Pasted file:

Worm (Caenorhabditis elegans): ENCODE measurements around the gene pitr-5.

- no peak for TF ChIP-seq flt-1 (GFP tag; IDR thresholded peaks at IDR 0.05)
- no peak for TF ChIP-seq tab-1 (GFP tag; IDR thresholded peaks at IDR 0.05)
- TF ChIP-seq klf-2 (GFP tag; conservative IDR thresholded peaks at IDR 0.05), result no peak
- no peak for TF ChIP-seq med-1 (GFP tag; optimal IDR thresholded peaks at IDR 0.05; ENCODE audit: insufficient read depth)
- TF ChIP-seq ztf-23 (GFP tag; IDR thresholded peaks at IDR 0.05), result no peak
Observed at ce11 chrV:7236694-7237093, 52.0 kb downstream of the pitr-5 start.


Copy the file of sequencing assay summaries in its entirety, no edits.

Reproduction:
Worm (Caenorhabditis elegans): ENCODE measurements around the gene pitr-5.

- no peak for TF ChIP-seq flt-1 (GFP tag; IDR thresholded peaks at IDR 0.05)
- no peak for TF ChIP-seq tab-1 (GFP tag; IDR thresholded peaks at IDR 0.05)
- TF ChIP-seq klf-2 (GFP tag; conservative IDR thresholded peaks at IDR 0.05), result no peak
- no peak for TF ChIP-seq med-1 (GFP tag; optimal IDR thresholded peaks at IDR 0.05; ENCODE audit: insufficient read depth)
- TF ChIP-seq ztf-23 (GFP tag; IDR thresholded peaks at IDR 0.05), result no peak
Observed at ce11 chrV:7236694-7237093, 52.0 kb downstream of the pitr-5 start.